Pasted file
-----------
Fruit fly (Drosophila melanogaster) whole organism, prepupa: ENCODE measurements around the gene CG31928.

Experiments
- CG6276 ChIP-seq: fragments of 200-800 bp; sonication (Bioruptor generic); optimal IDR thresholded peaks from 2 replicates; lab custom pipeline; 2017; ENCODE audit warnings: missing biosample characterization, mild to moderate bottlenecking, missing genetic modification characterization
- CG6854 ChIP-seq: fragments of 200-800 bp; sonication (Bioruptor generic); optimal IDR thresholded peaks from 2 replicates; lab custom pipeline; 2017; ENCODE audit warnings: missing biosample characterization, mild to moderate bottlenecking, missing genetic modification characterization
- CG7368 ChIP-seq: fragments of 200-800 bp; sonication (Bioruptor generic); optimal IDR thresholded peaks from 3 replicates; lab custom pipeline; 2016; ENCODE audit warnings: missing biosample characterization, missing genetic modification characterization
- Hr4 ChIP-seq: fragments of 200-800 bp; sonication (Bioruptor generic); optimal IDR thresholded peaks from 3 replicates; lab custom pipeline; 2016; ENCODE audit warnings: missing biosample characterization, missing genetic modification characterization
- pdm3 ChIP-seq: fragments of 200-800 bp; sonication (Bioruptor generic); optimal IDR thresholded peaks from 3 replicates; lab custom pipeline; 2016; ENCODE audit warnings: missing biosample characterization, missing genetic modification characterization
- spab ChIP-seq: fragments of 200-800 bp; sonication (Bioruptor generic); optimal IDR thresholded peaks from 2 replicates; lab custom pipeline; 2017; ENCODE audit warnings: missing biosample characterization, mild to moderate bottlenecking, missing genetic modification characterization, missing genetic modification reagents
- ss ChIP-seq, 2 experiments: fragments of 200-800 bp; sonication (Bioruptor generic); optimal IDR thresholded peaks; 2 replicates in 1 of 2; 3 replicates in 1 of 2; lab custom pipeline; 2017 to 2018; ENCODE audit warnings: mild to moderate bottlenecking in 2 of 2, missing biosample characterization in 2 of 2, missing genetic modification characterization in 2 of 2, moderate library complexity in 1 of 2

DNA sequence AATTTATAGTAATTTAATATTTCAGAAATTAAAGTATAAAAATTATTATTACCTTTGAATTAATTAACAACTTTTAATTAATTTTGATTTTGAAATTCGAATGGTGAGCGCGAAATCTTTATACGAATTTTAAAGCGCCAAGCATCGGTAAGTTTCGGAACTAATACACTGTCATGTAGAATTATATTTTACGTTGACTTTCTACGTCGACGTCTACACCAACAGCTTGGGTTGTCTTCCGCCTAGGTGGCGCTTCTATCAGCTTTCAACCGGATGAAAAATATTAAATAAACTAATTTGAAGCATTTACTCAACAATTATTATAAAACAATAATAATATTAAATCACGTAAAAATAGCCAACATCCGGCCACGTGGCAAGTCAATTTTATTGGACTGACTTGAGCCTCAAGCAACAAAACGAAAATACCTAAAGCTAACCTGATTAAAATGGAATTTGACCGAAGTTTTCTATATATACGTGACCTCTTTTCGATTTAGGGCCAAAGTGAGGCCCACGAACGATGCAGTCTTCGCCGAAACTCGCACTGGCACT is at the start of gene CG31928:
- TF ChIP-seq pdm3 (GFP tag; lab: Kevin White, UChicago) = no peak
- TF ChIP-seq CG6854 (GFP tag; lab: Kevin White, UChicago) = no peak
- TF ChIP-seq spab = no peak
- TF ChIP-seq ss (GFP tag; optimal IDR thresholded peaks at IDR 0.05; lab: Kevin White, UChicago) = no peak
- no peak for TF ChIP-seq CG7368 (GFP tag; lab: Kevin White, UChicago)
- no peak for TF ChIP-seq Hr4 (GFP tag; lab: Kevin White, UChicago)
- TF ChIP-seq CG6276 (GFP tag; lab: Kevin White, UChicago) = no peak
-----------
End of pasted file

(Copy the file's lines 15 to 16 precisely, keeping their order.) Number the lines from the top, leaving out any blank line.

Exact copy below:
- no peak for TF ChIP-seq CG7368 (GFP tag; lab: Kevin White, UChicago)
- no peak for TF ChIP-seq Hr4 (GFP tag; lab: Kevin White, UChicago)